Togo’s Brand Advisory Council Closes Gap Between Franchisor and Franchisee

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Togo’s Brand Advisory Council Closes Gap Between Franchisor and Franchisee
Togo’s Brand Advisory Council Closes Gap Between Franchisor and Franchisee
Dan Pearson, a Togo’s Team member since 1974, is well equipped to represent franchisees in partnership with the corporate support center team

In 1971, the first Togo’s restaurant opened in San Jose. In 1977, the company began franchising. In the six years in between, Dan Pearson, then a college student in the Bay Area, discovered the sandwich brand, became a loyal customer, and in 1974, became an employee. Pearson worked at Togo’s for three years before opening his own in 1977. His was the 11th restaurant in operation.

Few people in the Togo’s franchise system have been with the brand as long as Pearson has. Pearson has owned or co-owned 16 different Togo’s locations over the years, and he’s worked closely with hundreds of franchisees and corporate team members, making him uniquely suited to represent the interests of franchisees to the corporate team, which he does as a member of Togo’s Brand Advisory Council.

“I’ve been around for a long time,” said Pearson. “I’ve always been in leadership positions in one form or another. My role on the BAC is in some ways the culmination of that experience.”

The Brand Advisory Council is an organization that works to gather the concerns of franchisees and work through them with the corporate team. Its members are franchisees, each elected by the network of Togo’s owners. According to Pearson, the BAC creates a level playing field for partnership between the corporate team and the franchisees.

“It’s not a unidirectional process,” Pearson said. “Most avenues for franchisees to connect with the corporate team are through corporate-led events such as town-hall meetings and the annual convention. Those are great ways for us all to connect, but they are organized around agendas set by the corporate team. The BAC gives franchisees an avenue to communicate with the corporate team according to our own agenda.”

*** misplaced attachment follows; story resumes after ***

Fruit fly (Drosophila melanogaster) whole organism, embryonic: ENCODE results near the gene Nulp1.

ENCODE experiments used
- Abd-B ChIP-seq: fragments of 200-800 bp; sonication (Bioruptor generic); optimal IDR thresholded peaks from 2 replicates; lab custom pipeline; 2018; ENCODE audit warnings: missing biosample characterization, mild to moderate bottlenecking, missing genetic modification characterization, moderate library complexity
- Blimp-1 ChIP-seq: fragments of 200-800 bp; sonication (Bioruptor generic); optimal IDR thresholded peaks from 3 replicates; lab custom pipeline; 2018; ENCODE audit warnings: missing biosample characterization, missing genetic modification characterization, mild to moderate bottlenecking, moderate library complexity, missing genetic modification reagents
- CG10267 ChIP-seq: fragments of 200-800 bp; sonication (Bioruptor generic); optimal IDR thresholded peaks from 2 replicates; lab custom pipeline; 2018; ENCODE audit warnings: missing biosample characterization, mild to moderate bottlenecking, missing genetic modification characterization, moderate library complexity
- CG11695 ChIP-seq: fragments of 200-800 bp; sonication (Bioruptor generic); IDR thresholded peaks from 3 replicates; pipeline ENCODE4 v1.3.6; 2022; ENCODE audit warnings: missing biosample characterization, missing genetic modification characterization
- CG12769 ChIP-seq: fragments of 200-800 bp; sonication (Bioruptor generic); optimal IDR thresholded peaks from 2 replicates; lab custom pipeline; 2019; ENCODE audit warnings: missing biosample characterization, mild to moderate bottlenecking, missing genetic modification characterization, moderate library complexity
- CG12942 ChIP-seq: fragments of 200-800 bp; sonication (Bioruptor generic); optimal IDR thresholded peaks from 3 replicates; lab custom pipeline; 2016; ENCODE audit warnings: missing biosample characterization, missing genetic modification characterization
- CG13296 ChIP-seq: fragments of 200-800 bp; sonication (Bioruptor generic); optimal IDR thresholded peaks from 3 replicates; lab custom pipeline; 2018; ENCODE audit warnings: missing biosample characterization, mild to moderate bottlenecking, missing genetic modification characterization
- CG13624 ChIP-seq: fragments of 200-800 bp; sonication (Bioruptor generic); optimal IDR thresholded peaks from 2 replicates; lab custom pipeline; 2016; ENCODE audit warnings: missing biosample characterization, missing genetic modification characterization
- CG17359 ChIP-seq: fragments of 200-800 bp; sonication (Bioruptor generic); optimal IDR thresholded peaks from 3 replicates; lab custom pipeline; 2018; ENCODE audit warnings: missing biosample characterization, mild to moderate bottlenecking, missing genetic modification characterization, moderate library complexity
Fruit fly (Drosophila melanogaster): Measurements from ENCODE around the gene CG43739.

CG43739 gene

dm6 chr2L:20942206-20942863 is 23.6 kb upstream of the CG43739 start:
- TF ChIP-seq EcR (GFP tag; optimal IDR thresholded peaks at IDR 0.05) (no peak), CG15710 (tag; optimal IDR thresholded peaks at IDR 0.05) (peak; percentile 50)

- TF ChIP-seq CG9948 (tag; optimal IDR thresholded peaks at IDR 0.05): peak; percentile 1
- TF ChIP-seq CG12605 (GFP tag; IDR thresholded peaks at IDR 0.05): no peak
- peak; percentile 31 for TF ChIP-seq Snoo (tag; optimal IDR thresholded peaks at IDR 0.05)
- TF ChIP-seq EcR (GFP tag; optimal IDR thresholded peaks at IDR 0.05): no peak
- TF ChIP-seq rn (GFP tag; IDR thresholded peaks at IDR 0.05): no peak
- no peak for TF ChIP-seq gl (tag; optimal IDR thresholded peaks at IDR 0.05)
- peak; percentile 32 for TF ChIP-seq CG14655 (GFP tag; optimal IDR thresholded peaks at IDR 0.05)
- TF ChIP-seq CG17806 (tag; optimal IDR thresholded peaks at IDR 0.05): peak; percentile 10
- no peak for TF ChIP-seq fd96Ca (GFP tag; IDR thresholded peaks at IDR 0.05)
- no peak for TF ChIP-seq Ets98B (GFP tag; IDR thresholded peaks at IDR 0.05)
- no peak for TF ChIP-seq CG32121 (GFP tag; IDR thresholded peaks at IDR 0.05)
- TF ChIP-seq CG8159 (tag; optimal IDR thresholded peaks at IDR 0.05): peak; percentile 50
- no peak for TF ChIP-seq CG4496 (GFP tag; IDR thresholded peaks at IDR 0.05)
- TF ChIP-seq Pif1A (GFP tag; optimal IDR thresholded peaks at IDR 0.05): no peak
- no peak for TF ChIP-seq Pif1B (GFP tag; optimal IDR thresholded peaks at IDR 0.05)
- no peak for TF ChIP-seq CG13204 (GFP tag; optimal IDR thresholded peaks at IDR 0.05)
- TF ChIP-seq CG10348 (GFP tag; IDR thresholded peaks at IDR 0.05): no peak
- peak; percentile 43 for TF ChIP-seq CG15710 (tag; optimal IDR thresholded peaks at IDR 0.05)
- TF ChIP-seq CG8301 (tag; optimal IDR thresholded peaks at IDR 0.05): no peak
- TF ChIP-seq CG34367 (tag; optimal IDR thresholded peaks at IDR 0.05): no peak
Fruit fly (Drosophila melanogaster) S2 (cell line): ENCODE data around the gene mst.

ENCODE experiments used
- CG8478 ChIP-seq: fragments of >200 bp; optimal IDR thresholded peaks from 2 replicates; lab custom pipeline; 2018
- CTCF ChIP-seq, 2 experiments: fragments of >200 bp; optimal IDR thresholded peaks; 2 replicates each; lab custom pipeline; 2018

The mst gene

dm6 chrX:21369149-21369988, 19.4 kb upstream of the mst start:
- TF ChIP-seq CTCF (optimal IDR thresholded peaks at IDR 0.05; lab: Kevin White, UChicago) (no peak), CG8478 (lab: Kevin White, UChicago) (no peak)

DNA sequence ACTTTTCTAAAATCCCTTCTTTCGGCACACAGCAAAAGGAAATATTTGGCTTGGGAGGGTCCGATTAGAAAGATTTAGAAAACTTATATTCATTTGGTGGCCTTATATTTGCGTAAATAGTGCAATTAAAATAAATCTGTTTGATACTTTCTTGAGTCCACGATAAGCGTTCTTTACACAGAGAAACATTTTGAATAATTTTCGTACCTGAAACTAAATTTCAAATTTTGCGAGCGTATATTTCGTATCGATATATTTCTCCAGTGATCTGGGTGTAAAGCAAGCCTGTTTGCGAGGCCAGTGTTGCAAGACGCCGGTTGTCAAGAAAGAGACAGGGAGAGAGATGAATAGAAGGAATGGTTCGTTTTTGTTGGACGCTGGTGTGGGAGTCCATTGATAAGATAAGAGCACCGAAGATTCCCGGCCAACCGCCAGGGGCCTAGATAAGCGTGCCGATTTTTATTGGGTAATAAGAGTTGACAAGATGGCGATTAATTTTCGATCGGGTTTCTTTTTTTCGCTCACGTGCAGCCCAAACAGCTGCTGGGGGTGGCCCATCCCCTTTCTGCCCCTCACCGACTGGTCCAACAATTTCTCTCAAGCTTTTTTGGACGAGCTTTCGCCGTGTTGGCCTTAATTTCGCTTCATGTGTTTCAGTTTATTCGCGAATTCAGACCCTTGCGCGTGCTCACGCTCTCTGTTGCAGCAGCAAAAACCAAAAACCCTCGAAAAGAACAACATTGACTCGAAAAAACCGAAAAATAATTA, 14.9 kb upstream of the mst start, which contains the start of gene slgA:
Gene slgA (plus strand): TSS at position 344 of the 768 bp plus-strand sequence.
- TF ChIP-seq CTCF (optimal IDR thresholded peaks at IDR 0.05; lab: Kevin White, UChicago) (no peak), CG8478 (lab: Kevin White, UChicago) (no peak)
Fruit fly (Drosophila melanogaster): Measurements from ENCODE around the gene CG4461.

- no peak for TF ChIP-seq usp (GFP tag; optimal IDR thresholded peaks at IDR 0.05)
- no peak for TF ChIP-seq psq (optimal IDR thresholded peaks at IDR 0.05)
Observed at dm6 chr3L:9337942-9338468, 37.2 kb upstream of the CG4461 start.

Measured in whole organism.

That level playing field is a key component of the Togo’s franchise strategy, which seeks out and utilizes franchisee input wherever possible. Pearson says that the advisory council is an extension of a larger philosophy espoused by Togo’s President, Glenn Lunde.

“Glenn always talks about Team Togo’s,” Pearson said. “That idea frames every aspect of our operations. We are constantly working to make sure that franchisees, vendors, and the corporate team are working as partners toward the same goals.”

For Pearson, who has worked at different locations across northern California throughout his career, that partnership is essential for a franchise system, which operates with great physical distance between team members.

“It’s not like any other business where most people work in the same building and you can hold meetings regularly,” Pearson said. “If we don’t actively promote open lines of communication, franchisees can feel isolated. The BAC is one of our mechanisms to make sure that never happens. All the franchisees are connected to each-other, and we are all connected to corporate. That’s what makes a business strong.”

In addition to setting up meetings with franchisees and corporate team members, the Brand Advisory Council works on a number of programs to help establish and refine best practices, create mentorship opportunities, and schedule working forums. One of the BAC’s most recent initiatives was spearheading a program to create leadership opportunities for Togo’s franchisees.

“Glenn suggested the leadership program, and we’ve been working together closely on it,” said Pearson. “We brought together 20 of the newer, more engaged franchisees to help mentor and set them up for leadership positions. We’re trying to empower these folks so they can do big things with Togo’s.”

The opportunity to work with young franchisees to help support their careers was what drew Pearson to the Brand Advisory Council in the first place, and it’s one of the reasons he continues to serve. Because every member of the council is also a full-time Togo’s owner, Pearson says the position is duty served out of love for the brand and fellow franchisees.

“We’ve had great people on the BAC over the years, people who are extremely dedicated to what they do,” said Pearson. “Everyone on the council is running their business at the same time, so you have to really love and take a personal stake in the brand. I’m extremely proud of the work we do, and I enjoy doing it. I enjoy working with the franchisees, and I enjoy working with the corporate team. Glenn has worked hard to build a team of smart, passionate people on both sides of the business, and he continues to work hard to improve the system. He takes advice as well as anyone I’ve known, and that attitude extends to the entire corporate team. I feel that the entire franchise system is in really good hands."

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